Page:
The Best White North American & European Photographers (with Minor Exceptions) of the First 1/8th of the 21st Century: prisonphotography.wordpress.com/2012/09/25/the…—
John Edwin Mason (@johnedwinmason) September 26, 2012
I have to admit that I was thinking about this as I filled out my contribution but did absolutely nothing to address it. This is mainly because I’m not that into the bleeding edge of photography and tend to glean what others come across. So since everyone I follow tends to promote western photographers, that’s all I really see.
I also don’t make a habit of checking a photographer’s background. I know, I know. I’m on record as saying that the identity of the photographer matters. But it’s not a race thing I’m talking about. All I’m interested in is whether the photographer is an insider or an outsider with regard to the subject matter being depicted.
And besides, given how I interpreted the challenge, I was moving away from subject matter which implied a specific background and into conceptual items where I truly don’t care who the photographer is.
In any case, I’ve gone back and thought about it a bit more and picked two non-white photographers who I’m familiar with but who don’t seem to be part of the larger photographic discussion. Neither made my top-five list but they’re both doing work which is relevant moving forward.
Fine. Sort of non-white. Fulbeck is responsible for the Hapa Project and for the book Mixed Kids.* He plays with the concept of race itself and looks towards our racially mixed and ambiguous future. I don’t find the individual portraits to be that noteworthy by themselves. But taken as a group, the projects are very noteworthy and manage to tread the fine line between how mixed-race people tend to take pride in forging their unique identity while feeling somewhat isolated and not part of any specific ethnic group.
*The first artbook in my three-year-old son’s collection.
We* all have our different stories of passing for various things but not necessarily feeling 100% part of any of them. So it’s nice to have company and see how other people are doing the same thing.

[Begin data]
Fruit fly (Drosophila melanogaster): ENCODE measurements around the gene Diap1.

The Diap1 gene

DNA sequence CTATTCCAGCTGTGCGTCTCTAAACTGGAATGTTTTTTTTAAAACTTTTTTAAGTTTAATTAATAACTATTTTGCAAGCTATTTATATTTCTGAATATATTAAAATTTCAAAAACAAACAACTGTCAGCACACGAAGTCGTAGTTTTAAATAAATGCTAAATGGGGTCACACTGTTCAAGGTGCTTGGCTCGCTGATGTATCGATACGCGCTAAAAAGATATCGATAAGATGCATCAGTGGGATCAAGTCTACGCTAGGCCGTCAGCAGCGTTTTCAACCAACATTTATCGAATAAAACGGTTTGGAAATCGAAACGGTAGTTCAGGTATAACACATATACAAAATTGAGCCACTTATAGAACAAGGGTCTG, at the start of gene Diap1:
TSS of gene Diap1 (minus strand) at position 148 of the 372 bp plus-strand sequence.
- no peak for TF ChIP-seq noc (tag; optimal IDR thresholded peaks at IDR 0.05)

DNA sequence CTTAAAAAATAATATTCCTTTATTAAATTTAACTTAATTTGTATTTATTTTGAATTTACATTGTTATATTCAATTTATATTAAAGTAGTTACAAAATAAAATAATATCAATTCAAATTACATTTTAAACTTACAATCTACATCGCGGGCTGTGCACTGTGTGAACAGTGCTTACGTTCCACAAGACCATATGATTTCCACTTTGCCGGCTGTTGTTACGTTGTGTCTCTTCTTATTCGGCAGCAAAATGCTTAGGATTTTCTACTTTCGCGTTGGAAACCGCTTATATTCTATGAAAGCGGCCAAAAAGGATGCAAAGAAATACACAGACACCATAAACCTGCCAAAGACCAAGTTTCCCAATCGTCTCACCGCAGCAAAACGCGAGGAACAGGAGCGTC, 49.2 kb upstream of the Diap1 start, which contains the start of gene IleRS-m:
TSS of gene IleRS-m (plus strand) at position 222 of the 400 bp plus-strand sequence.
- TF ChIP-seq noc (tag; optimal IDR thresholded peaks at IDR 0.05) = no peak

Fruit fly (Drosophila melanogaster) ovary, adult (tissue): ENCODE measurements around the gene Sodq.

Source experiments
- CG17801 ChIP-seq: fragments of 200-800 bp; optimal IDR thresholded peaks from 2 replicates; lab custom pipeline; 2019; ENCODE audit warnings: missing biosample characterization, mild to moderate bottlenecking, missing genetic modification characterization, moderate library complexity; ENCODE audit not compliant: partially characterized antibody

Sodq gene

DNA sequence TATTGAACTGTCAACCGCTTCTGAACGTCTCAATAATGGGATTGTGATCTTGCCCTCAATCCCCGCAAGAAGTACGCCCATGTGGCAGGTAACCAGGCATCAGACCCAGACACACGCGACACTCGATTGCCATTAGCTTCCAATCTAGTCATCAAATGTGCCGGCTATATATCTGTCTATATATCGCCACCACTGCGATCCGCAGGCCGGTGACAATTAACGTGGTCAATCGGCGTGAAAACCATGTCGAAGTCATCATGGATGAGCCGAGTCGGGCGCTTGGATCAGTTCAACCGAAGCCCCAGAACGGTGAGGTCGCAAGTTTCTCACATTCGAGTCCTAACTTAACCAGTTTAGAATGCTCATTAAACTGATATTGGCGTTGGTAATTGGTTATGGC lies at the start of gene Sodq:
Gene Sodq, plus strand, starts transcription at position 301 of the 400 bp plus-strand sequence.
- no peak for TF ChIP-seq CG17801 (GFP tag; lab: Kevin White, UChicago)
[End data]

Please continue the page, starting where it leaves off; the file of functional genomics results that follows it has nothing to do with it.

*I’m Japanese, Chinese, German, and Irish. My sons are all that plus Mexican.
The projects, while nice for us, are also doing a great job at questioning what race is and, more importantly, what race will be. We’re all citizens of the world. In the 21st century, more and more of us will look like citizens of the world too.
This appears to be a very local choice. I’ve seen his work all over locally but never beyond that. And I’ve yet to see anyone play with the photographic process the way Danh has with his leaf prints. The concept is interesting enough that it could appear to be a gimmick. But he uses the right leaves and right images and is able to evoke a sense of history and loss and memory about Vietnam and the Vietnam War which makes his work quite powerful.
He’s moved on to taking daguerreotypes and developing them in his van—resulting in images which we’re not used to seeing as daguerreotypes since they’re recorded in the field. I’ve seen a resurgence in tintypes and mobile tintype studios. Daguerreotypes up the ante though. Again, this could be a gimmick but Danh knows what he’s doing. The high reflectivity of a new daguerreotype is not something we’re used to. So he takes photos and presents them knowing and intending that the viewers will see themselves as they view the pieces. The resulting photos are a combination of something old and something very new—making us rethink what we’re seeing.